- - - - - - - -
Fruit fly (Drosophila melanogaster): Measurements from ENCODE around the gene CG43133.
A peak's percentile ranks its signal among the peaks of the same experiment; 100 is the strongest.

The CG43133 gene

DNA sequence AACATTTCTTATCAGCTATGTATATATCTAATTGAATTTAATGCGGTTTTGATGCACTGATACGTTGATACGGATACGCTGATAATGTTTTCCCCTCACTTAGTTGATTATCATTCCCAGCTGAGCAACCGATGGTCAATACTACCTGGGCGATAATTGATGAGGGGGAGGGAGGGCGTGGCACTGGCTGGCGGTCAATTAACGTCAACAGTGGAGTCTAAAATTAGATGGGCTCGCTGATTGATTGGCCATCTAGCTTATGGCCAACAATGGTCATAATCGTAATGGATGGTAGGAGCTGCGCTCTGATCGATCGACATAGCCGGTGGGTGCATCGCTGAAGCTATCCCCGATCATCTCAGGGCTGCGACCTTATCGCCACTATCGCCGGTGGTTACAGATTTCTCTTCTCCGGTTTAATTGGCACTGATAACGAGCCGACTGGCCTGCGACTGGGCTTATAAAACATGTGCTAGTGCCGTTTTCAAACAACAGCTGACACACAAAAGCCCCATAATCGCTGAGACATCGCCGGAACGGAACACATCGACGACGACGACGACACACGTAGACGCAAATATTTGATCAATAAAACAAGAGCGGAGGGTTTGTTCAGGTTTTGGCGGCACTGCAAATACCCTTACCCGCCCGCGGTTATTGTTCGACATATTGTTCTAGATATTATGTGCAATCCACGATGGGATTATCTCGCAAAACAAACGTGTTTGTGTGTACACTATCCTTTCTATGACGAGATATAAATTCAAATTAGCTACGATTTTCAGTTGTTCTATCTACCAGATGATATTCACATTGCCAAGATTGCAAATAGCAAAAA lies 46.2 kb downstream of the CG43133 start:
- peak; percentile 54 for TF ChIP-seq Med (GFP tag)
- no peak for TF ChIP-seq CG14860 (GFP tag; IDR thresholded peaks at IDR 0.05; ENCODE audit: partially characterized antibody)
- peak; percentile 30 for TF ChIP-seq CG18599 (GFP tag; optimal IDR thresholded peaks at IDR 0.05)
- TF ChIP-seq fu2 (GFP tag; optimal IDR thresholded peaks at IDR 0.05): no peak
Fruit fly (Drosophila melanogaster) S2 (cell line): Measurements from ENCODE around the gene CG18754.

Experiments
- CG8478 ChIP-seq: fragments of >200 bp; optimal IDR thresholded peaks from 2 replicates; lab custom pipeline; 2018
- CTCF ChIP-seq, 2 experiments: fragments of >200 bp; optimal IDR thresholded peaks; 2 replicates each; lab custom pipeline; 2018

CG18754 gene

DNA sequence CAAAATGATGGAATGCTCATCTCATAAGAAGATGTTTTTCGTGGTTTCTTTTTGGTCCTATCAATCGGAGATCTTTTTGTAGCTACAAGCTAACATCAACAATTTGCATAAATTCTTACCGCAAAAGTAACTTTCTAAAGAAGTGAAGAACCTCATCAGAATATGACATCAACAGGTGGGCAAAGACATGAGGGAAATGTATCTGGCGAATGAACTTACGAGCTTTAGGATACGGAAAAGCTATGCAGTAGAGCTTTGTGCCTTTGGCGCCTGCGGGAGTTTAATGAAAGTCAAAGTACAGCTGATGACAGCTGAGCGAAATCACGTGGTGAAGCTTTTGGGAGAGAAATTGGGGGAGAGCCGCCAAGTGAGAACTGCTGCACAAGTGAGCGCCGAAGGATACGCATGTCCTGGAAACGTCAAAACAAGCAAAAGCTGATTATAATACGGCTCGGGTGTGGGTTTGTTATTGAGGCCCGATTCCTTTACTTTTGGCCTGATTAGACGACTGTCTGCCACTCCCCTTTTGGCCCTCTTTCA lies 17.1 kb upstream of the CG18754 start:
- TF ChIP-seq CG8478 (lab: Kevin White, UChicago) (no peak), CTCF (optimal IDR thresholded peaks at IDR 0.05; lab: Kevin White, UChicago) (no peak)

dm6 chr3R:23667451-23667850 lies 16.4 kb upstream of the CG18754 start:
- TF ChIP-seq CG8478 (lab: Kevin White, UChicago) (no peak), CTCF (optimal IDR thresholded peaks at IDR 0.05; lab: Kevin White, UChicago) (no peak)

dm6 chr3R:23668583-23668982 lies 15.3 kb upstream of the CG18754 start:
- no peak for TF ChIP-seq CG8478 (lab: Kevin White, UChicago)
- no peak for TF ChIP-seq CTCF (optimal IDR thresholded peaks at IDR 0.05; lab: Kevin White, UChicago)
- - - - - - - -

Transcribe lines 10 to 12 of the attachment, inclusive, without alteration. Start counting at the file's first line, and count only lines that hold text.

Experiments
- CG8478 ChIP-seq: fragments of >200 bp; optimal IDR thresholded peaks from 2 replicates; lab custom pipeline; 2018
- CTCF ChIP-seq, 2 experiments: fragments of >200 bp; optimal IDR thresholded peaks; 2 replicates each; lab custom pipeline; 2018